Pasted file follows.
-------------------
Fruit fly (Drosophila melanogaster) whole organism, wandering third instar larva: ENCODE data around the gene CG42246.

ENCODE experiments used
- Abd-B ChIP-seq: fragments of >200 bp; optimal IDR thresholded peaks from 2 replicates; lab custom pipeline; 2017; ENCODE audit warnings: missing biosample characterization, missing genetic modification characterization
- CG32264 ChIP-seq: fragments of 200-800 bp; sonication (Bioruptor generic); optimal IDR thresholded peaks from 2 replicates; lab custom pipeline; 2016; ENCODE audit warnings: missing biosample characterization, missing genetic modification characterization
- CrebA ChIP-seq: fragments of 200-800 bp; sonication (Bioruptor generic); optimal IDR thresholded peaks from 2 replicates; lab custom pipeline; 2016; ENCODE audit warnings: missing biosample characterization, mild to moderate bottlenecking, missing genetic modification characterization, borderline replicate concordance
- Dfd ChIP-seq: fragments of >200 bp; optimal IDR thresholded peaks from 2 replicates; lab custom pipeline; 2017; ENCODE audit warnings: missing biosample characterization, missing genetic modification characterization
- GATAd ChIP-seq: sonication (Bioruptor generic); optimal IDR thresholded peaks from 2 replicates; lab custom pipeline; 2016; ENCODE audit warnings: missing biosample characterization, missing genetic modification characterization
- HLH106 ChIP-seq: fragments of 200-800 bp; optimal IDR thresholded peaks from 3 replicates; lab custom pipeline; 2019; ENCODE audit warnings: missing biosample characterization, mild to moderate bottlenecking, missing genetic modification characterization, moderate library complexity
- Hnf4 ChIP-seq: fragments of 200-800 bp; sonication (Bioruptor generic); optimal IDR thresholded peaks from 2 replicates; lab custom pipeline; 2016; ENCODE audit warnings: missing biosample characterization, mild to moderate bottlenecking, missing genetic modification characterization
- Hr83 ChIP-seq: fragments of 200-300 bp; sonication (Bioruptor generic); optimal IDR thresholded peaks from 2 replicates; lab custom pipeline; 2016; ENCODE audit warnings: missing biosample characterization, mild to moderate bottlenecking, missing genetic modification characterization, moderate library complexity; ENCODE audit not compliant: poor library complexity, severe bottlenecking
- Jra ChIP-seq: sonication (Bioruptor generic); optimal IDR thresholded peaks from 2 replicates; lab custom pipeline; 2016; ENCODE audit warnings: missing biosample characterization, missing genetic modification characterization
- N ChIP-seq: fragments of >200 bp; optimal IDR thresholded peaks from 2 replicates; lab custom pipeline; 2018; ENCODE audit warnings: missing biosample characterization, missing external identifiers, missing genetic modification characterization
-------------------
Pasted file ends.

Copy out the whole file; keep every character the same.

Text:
Fruit fly (Drosophila melanogaster) whole organism, wandering third instar larva: ENCODE data around the gene CG42246.

ENCODE experiments used
- Abd-B ChIP-seq: fragments of >200 bp; optimal IDR thresholded peaks from 2 replicates; lab custom pipeline; 2017; ENCODE audit warnings: missing biosample characterization, missing genetic modification characterization
- CG32264 ChIP-seq: fragments of 200-800 bp; sonication (Bioruptor generic); optimal IDR thresholded peaks from 2 replicates; lab custom pipeline; 2016; ENCODE audit warnings: missing biosample characterization, missing genetic modification characterization
- CrebA ChIP-seq: fragments of 200-800 bp; sonication (Bioruptor generic); optimal IDR thresholded peaks from 2 replicates; lab custom pipeline; 2016; ENCODE audit warnings: missing biosample characterization, mild to moderate bottlenecking, missing genetic modification characterization, borderline replicate concordance
- Dfd ChIP-seq: fragments of >200 bp; optimal IDR thresholded peaks from 2 replicates; lab custom pipeline; 2017; ENCODE audit warnings: missing biosample characterization, missing genetic modification characterization
- GATAd ChIP-seq: sonication (Bioruptor generic); optimal IDR thresholded peaks from 2 replicates; lab custom pipeline; 2016; ENCODE audit warnings: missing biosample characterization, missing genetic modification characterization
- HLH106 ChIP-seq: fragments of 200-800 bp; optimal IDR thresholded peaks from 3 replicates; lab custom pipeline; 2019; ENCODE audit warnings: missing biosample characterization, mild to moderate bottlenecking, missing genetic modification characterization, moderate library complexity
- Hnf4 ChIP-seq: fragments of 200-800 bp; sonication (Bioruptor generic); optimal IDR thresholded peaks from 2 replicates; lab custom pipeline; 2016; ENCODE audit warnings: missing biosample characterization, mild to moderate bottlenecking, missing genetic modification characterization
- Hr83 ChIP-seq: fragments of 200-300 bp; sonication (Bioruptor generic); optimal IDR thresholded peaks from 2 replicates; lab custom pipeline; 2016; ENCODE audit warnings: missing biosample characterization, mild to moderate bottlenecking, missing genetic modification characterization, moderate library complexity; ENCODE audit not compliant: poor library complexity, severe bottlenecking
- Jra ChIP-seq: sonication (Bioruptor generic); optimal IDR thresholded peaks from 2 replicates; lab custom pipeline; 2016; ENCODE audit warnings: missing biosample characterization, missing genetic modification characterization
- N ChIP-seq: fragments of >200 bp; optimal IDR thresholded peaks from 2 replicates; lab custom pipeline; 2018; ENCODE audit warnings: missing biosample characterization, missing external identifiers, missing genetic modification characterization